A short time after they had gotten back to the house, Clinton Stokley and his cousins, Horace Stokley and Pete Singley, came to the gate leading to the home of deceased and called to him to come down and talk with them. The defendant and Pete Singley had sticks in their hands. The deceased went to the front of his house and then began walking toward the gate, followed a short distance by his wife and brother-in-law, Lige Gibson. When deceased was a short distance from the gate, the defendant, Clinton Stokley, and Pete Singley began to curse the deceased and told him he had told a damn lie when he told Joe Stokley that it was defendant's dog which had been "on" a cow belonging to Joe Stokley.
Deceased's wife, evidently apprehending trouble, caught hold of her husband, who weighed only 115 to 120 pounds, and when she did so defendant and Pete Singley jumped over the ditch and defendant hit deceased with a stick. The blow either knocked deceased out of the grasp of his wife or he eluded her. Thereupon the defendant and deceased engaged in a fight. They fell into a ditch, with defendant on top of deceased. While they were in the ditch, the wife of deceased secured a stick and she and the deceased's father, who had arrived at the scene and who was more or less an invalid, went to the assistance of the deceased. Mrs. Morgan received head injuries. A short time after the difficulty started, George Stokley, an uncle of defendant, who lived across the road from deceased and on whose property deceased was living, arrived at the scene and soon after his arrival the fighting in the ditch ceased. When the defendant got out of the ditch, he ran toward his car, which was parked in the road somewhere between the home of deceased and that occupied by Mr. George Stokley. Deceased ran after defendant, whereupon Pete Singley hit the deceased with a stick, knocking him into a fence and onto the ground. When Pete Singley hit the deceased, deceased was in *288 the road approximately twenty to twenty-five yards from the place in the ditch where deceased and defendant had been fighting.
Horace Stokley took no active part in the encounter, but was standing on the outside of the gate with his hands in his pockets or under his shirt, and in a threatening way told Lige Gibson not to go to the defense of his brother-in-law. Alvin Stokley was sitting in his automobile, parked in the road a short distance away from the scene of the difficulty.
The deceased was able to walk to his home with the assistance of his brother-in-law. Shortly after getting there, he became paralyzed and unconscious and was taken to the hospital in Butler, where the attending physician recognized the seriousness of his condition and recommended that he be taken to a brain specialist in Birmingham. This was done. Deceased arrived at a hospital in Birmingham sometime the next afternoon. He was still paralyzed and unconscious. An operation was performed. He died before ever regaining consciousness. The cause of death was attributed to a severe blow on the head of the deceased.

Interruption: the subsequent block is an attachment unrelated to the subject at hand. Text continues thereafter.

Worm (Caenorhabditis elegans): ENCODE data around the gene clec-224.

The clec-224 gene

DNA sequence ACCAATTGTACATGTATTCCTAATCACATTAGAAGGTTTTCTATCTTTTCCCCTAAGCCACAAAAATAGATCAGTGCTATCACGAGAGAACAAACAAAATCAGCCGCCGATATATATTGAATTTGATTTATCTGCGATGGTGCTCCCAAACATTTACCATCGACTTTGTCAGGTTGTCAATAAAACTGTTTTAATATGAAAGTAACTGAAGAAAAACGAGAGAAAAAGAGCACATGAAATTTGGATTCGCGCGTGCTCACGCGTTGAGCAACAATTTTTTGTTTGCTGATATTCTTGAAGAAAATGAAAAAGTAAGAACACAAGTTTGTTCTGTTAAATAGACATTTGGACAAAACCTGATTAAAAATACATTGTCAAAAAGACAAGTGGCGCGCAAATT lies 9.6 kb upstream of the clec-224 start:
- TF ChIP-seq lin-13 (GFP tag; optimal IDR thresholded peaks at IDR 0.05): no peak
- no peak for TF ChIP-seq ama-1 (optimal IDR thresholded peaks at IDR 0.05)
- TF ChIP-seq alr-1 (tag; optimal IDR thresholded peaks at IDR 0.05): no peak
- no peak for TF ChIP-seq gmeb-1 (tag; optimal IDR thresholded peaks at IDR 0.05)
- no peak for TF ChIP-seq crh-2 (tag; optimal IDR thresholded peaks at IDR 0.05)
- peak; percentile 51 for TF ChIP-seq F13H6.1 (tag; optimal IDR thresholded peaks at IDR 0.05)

The evidence for the defendant tended to show that on the afternoon of the difficulty he drove to Silas in his automobile, arriving there around two o'clock. At about three o'clock he met his cousin, Pete Singley, who had walked from his home in or near the Stokleytown community to Silas. While in Silas the defendant did not inquire of Alvin Stokley whether or not he had seen the deceased and, in fact, the defendant did not see Alvin Stokley in Silas. Later in the afternoon the defendant and Pete Singley left Silas enroute to the home of Ted Stokley, another cousin, who lived on the Stokleytown road beyond the point on the road where the deceased lived. After they had turned off the main highway onto the Stokleytown road, they picked up another cousin, Horace Stokley, who was walking. The three of them proceeded in the defendant's car in the direction of the home of Ted Stokley, whom they were to get to go to a dance with them, in accordance with arrangements previously made. They did not see Alvin Stokley on the Stokleytown road and the defendant did not offer Alvin Stokley any money or a pint of whisky to go and lure the deceased away from his home. They did not encounter Joe Morgan and his wife and J. C. Morgan, the son of deceased, and the defendant did not threaten the deceased as these people had testified on behalf of the State. As they were proceeding on the Stokleytown road, the battery cable on defendant's car became loose. The car was stopped at what is termed the forks of the road near the home of George Stokley, the uncle of the defendant. George Stokley lived almost across the road from deceased. Horace Stokley remained at George Stokley's home while the defendant and Pete Singley proceeded toward the home of Ted Stokley on foot. They did not call the deceased from his home, but when they got immediately in front of the home of deceased, deceased ran out of his house toward the gate, followed very closely by his thirteen-year-old daughter. A short distance behind was the deceased's wife and his brother-in-law, Lige Gibson. The deceased, when a few feet from his gate, which was almost on the road, told the defendant he had told some lies on him and deceased picked up a syrup bucket and threw it at defendant, hitting him on the left side of his face. Deceased opened the gate, whereupon deceased and defendant engaged in a fist fight and soon fell into a ditch on deceased's premises, with defendant on top of deceased and each of them striking the other with his fists. Defendant did not strike deceased with a stick, as testified to by witnesses for the State; and the deceased's wife was not holding him, as the State's witnesses claim. In fact, neither the defendant nor Pete Singley had any weapon of any kind in their hands as they were walking down the road or when the fight started, and defendant never did have a stick or weapon of any kind.